It is obvious that China is a growing superpower and would be a serious delusion for Botswana to ignore this Asian grand tiger.
We first saw the Chinese enter this country at the end of the 1980’s en mass and they were exclusively in the construction industry where they showed themselves to be committed to delivery. They were willing to work long hours with very little breaks in between their working days.
People here believed these were prisoners when looking at the manner in which they immersed themselves in their work. If they were free men, then they possessed very little labour rights. Batswana men who worked with them in the construction industry often claimed that the Chinese workers were taking turns on them. “One would take a break and handover his overalls to another so that you would think it’s the same person, ”they said.
China is clearly a communist country according to the country’s political manifesto. But what puzzles many is the speed at which capitalism has taken root in that country. From the days of the Cold war, we were made to believe that capitalism was synonymous with democracy. At least that’s what my history teacher taught me.
The Communist Party has clearly defined the lines between the way the country is run politically and the way economic affairs are conducted. In their recent meeting, the Communist Party allowed the media in their assembly for the very first time in the history of that country. And how did the Chinese earn their capitalism which seems to be flourishing? Carl Marx considered “19th century capitalism to be broken, keeping the average man bound to a life of work and poverty.”
This provoked him to author and publish his famous book, Das Capital, a book in which he chronicles the evils of capitalism. Marx’s mistake was to say its “broken” because that is the way capitalism works. When it’s broken, that’s when the system works toward reducing the gap between the different classes. Of course capitalism can be reformed in order to bridge the gap between the rich and the poor. For this gap to be reduced, it requires serious regulation and several stopgap checks and balances.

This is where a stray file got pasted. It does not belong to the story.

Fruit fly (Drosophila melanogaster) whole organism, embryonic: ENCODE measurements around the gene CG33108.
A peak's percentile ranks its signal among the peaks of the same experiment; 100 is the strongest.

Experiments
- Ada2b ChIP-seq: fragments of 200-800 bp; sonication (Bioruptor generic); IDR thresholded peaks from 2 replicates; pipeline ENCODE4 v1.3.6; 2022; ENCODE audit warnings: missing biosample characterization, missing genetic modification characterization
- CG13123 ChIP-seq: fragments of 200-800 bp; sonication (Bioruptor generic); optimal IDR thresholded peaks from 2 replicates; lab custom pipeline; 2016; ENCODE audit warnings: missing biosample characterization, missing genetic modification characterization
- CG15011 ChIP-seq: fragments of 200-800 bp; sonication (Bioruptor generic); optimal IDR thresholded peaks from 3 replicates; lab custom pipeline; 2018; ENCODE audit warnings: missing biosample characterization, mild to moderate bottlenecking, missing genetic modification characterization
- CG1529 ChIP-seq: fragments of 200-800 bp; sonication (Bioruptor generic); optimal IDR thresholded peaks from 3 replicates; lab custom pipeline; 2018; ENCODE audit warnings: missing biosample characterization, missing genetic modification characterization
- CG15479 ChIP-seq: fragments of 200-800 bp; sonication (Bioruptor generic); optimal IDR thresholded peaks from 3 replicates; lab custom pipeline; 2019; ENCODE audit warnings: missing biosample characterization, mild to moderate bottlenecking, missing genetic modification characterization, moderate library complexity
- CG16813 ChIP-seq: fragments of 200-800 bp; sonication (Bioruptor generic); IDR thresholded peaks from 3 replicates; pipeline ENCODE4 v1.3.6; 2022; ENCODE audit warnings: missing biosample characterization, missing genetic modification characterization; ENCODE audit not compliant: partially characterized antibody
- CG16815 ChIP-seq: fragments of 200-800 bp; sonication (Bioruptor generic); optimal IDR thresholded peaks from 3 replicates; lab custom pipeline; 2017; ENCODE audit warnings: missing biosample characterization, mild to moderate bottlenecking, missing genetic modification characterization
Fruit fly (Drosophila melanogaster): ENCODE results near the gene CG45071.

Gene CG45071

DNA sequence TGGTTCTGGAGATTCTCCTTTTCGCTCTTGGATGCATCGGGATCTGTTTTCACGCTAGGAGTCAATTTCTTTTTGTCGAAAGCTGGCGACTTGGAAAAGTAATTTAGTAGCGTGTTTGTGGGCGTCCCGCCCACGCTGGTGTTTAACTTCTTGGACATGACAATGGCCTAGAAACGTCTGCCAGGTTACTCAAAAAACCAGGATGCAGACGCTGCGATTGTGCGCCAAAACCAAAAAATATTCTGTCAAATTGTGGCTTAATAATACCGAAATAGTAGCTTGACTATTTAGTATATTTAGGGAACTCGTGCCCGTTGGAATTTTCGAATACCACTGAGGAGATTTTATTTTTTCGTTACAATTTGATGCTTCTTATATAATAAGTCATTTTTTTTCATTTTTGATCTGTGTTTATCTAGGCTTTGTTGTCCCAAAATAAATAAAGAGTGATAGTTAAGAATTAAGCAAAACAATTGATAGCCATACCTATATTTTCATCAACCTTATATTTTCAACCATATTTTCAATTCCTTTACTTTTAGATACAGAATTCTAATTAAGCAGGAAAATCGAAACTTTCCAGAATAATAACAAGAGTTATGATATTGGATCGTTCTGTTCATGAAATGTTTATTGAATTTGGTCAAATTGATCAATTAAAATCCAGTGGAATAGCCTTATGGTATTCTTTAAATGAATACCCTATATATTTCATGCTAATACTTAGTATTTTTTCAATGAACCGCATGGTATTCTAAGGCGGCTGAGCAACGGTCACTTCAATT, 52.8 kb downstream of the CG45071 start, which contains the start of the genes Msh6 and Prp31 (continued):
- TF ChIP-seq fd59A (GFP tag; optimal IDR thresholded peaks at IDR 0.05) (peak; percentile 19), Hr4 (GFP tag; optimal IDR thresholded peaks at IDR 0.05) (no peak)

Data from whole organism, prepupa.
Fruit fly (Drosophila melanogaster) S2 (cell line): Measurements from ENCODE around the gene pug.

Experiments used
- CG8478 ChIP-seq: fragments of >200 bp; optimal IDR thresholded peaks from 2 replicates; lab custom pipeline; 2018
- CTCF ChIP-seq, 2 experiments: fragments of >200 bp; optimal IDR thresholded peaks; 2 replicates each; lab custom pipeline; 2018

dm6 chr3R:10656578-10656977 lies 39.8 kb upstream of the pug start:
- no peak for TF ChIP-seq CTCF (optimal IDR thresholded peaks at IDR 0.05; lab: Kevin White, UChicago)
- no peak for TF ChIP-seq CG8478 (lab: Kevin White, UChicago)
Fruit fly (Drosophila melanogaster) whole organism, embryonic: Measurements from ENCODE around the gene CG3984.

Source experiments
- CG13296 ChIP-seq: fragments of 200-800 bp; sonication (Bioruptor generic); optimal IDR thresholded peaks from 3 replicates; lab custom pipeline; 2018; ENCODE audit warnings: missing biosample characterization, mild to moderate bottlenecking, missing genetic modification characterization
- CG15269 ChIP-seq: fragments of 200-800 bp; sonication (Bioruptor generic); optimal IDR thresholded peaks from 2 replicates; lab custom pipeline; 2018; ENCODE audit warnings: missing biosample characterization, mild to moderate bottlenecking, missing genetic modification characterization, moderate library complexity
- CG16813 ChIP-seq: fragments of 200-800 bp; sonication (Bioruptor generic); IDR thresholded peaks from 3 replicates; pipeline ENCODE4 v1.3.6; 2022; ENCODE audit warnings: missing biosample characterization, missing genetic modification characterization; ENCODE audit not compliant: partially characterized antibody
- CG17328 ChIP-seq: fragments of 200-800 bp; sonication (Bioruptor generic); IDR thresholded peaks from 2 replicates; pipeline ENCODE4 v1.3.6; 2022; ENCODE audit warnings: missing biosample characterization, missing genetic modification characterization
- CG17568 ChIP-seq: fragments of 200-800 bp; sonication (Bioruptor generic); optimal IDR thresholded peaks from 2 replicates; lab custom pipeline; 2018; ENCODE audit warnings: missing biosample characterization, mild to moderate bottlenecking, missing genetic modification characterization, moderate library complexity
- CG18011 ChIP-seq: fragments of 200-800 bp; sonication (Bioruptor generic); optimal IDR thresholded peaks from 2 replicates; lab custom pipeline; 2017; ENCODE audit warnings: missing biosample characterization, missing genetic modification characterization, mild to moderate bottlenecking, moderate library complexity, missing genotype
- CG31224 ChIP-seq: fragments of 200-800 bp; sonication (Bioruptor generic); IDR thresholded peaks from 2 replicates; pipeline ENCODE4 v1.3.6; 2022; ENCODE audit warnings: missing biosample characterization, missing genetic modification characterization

When Marx made the above statement which will for the purpose of this instalment form my thesis, he had not seen what is happening in modern day China. He would have fallen sick.
China in this case has adopted the 19th century capitalism where greed was allowed to be the only driving factor in the economy. Like democracy, if left unchecked, capitalism can ruin the very people who participate in it at the different levels of the economy. This is so because the driving force behind capitalism is greed itself. The world over, con artists depend on human greed for their success and this has become one of the world’s profitable crimes. We fall into their trap because greed has been wired into our human nature.
This year China has set its economic growth target at 7.5 percent the slowest in a quarter of a century. What is interesting about this country is that it has accumulated a sizeable number of billionaires over the past years when the economic growth rate was set even higher.
According to Linda Yuen of the BBC’s Talking Business, from just three billionaires a decade ago, China has seen a 12 000 percent increase in the number of China’s super rich. From the Red Army just two decades ago, Wang Jianlin has become the richest man in China and he personifies the country’s road to riches. With a Nett worth of $24.2 billion, (according to Forbes) seems like he will cling on to the country’s title for a while.
The question is, what has been China’s route to riches and how does that affect countries like Botswana and Africa at large? This question is relevant because China seems to have developed an all out policy toward Africa as far as business is concerned. It seems for Africa what matters most is the price tag on an item and quality comes second. This is why we have an almost white elephant project called Morupule B in our hands. This has consumed billions of Pula and it seems we are never going to get any meaningful value out of it.